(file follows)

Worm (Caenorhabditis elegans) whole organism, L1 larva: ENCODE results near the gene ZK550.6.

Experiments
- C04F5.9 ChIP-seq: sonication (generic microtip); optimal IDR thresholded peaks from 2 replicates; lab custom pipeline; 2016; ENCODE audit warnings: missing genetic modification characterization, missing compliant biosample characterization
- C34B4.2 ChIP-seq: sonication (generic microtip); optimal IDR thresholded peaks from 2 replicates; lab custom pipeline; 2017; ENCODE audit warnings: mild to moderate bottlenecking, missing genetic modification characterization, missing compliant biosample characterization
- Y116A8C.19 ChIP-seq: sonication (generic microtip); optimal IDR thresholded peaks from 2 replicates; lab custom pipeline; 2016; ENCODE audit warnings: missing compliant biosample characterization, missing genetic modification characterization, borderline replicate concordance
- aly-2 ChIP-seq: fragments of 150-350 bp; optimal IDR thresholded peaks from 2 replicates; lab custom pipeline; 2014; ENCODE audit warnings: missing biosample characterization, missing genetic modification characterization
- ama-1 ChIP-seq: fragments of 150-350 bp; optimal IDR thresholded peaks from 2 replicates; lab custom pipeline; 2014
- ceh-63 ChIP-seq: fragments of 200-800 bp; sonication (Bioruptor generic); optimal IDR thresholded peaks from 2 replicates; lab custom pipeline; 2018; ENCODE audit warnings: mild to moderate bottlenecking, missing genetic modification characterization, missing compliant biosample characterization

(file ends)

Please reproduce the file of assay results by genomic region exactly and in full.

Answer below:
Worm (Caenorhabditis elegans) whole organism, L1 larva: ENCODE results near the gene ZK550.6.

Experiments
- C04F5.9 ChIP-seq: sonication (generic microtip); optimal IDR thresholded peaks from 2 replicates; lab custom pipeline; 2016; ENCODE audit warnings: missing genetic modification characterization, missing compliant biosample characterization
- C34B4.2 ChIP-seq: sonication (generic microtip); optimal IDR thresholded peaks from 2 replicates; lab custom pipeline; 2017; ENCODE audit warnings: mild to moderate bottlenecking, missing genetic modification characterization, missing compliant biosample characterization
- Y116A8C.19 ChIP-seq: sonication (generic microtip); optimal IDR thresholded peaks from 2 replicates; lab custom pipeline; 2016; ENCODE audit warnings: missing compliant biosample characterization, missing genetic modification characterization, borderline replicate concordance
- aly-2 ChIP-seq: fragments of 150-350 bp; optimal IDR thresholded peaks from 2 replicates; lab custom pipeline; 2014; ENCODE audit warnings: missing biosample characterization, missing genetic modification characterization
- ama-1 ChIP-seq: fragments of 150-350 bp; optimal IDR thresholded peaks from 2 replicates; lab custom pipeline; 2014
- ceh-63 ChIP-seq: fragments of 200-800 bp; sonication (Bioruptor generic); optimal IDR thresholded peaks from 2 replicates; lab custom pipeline; 2018; ENCODE audit warnings: mild to moderate bottlenecking, missing genetic modification characterization, missing compliant biosample characterization